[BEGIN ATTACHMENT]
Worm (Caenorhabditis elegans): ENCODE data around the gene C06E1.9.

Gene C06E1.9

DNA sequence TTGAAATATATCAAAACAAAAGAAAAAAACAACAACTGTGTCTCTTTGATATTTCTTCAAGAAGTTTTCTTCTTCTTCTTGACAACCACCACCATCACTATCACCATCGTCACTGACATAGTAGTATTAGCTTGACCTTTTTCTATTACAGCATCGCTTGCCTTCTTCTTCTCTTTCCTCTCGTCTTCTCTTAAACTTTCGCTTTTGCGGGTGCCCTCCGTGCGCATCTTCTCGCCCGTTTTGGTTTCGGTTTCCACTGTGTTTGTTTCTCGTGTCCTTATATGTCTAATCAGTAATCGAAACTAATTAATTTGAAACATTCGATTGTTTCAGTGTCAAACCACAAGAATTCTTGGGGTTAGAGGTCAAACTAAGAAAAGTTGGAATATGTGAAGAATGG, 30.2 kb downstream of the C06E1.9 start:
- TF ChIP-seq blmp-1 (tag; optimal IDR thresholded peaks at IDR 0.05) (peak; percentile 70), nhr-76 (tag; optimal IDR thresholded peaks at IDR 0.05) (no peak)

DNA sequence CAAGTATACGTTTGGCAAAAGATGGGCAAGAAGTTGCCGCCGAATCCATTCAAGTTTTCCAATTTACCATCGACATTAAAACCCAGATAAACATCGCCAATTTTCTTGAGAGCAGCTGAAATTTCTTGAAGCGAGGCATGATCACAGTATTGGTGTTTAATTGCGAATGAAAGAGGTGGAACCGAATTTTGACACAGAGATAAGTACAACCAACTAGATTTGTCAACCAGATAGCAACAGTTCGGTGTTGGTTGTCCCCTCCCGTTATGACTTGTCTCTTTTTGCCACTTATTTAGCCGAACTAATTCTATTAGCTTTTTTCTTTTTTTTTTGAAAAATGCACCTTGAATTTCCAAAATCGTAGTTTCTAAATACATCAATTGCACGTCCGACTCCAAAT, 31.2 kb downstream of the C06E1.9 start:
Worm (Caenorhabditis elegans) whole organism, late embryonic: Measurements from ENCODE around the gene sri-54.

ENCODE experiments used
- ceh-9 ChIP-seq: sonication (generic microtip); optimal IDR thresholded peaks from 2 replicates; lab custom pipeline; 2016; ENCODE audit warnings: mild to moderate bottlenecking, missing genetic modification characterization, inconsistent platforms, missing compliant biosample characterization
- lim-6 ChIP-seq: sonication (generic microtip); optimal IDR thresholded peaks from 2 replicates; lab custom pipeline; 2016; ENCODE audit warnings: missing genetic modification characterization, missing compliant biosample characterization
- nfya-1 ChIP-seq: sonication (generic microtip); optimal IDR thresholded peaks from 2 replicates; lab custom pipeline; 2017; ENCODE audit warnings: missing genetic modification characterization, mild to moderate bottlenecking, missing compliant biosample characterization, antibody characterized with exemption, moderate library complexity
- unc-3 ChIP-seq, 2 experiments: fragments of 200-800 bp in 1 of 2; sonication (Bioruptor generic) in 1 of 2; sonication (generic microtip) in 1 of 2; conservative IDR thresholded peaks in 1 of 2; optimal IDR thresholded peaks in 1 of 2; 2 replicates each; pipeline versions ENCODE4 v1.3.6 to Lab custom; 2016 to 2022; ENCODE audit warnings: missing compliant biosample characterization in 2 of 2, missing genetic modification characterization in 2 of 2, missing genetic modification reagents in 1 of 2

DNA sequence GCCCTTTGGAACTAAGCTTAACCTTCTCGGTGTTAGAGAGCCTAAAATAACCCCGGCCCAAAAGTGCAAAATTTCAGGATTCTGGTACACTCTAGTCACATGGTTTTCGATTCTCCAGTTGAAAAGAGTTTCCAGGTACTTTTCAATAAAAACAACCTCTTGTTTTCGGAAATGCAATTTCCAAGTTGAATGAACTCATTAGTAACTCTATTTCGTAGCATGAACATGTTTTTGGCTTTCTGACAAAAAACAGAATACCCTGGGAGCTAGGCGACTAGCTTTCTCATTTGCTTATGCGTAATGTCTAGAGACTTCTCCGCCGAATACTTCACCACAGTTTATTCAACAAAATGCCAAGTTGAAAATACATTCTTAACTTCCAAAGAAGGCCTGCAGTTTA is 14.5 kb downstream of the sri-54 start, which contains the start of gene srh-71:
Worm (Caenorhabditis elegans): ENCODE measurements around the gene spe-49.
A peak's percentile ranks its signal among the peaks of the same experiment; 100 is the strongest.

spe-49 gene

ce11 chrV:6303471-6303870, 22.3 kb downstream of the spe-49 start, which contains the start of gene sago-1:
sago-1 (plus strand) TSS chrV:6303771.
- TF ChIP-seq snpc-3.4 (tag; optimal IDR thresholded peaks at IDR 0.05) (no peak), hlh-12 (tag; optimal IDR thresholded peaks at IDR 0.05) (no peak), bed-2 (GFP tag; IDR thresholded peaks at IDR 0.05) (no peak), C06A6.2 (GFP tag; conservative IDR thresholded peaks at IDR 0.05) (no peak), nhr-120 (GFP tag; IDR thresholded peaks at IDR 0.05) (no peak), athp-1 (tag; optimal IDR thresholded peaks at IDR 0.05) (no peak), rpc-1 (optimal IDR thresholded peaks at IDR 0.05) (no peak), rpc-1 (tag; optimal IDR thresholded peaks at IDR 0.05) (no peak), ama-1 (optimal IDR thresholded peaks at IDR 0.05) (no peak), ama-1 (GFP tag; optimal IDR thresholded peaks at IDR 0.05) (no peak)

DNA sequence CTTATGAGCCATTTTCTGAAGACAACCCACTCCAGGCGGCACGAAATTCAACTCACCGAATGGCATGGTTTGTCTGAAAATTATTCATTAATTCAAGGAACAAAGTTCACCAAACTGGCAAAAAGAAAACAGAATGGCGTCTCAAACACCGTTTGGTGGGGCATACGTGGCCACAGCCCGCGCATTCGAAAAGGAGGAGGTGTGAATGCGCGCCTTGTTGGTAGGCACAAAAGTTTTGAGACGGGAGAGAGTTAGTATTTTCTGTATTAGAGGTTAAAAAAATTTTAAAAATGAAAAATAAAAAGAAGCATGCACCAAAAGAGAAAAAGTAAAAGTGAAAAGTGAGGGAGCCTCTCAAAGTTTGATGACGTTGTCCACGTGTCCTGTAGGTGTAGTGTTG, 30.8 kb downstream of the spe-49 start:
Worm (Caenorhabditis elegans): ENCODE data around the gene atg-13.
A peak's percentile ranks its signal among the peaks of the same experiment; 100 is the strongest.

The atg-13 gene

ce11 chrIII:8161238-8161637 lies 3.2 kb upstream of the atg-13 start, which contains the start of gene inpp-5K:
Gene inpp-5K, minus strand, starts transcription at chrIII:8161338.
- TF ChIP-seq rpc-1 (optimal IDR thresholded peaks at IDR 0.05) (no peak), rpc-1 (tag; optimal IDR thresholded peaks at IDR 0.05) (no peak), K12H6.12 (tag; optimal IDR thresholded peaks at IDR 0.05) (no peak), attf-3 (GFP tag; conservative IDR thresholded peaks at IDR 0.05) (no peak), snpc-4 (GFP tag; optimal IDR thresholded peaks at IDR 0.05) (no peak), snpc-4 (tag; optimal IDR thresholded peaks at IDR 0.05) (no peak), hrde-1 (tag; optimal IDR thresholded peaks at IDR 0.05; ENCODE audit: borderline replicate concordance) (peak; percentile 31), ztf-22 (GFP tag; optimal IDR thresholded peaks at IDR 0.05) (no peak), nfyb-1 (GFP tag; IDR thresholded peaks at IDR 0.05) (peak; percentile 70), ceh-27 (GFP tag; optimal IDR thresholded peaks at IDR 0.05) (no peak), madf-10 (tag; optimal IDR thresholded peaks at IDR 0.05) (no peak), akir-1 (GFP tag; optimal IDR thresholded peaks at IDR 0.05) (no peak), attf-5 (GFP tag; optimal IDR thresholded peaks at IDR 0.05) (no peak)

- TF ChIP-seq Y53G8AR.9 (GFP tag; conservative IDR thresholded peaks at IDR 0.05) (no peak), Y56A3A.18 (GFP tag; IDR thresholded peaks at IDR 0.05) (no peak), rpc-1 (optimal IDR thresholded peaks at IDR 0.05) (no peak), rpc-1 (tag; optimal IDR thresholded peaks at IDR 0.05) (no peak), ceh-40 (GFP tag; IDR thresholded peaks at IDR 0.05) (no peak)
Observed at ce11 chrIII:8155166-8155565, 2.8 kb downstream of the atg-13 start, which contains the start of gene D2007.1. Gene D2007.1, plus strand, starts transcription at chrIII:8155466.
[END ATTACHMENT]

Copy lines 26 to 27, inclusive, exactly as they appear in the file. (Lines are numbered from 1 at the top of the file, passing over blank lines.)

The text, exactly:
- TF ChIP-seq Y53G8AR.9 (GFP tag; conservative IDR thresholded peaks at IDR 0.05) (no peak), Y56A3A.18 (GFP tag; IDR thresholded peaks at IDR 0.05) (no peak), rpc-1 (optimal IDR thresholded peaks at IDR 0.05) (no peak), rpc-1 (tag; optimal IDR thresholded peaks at IDR 0.05) (no peak), ceh-40 (GFP tag; IDR thresholded peaks at IDR 0.05) (no peak)
Observed at ce11 chrIII:8155166-8155565, 2.8 kb downstream of the atg-13 start, which contains the start of gene D2007.1. Gene D2007.1, plus strand, starts transcription at chrIII:8155466.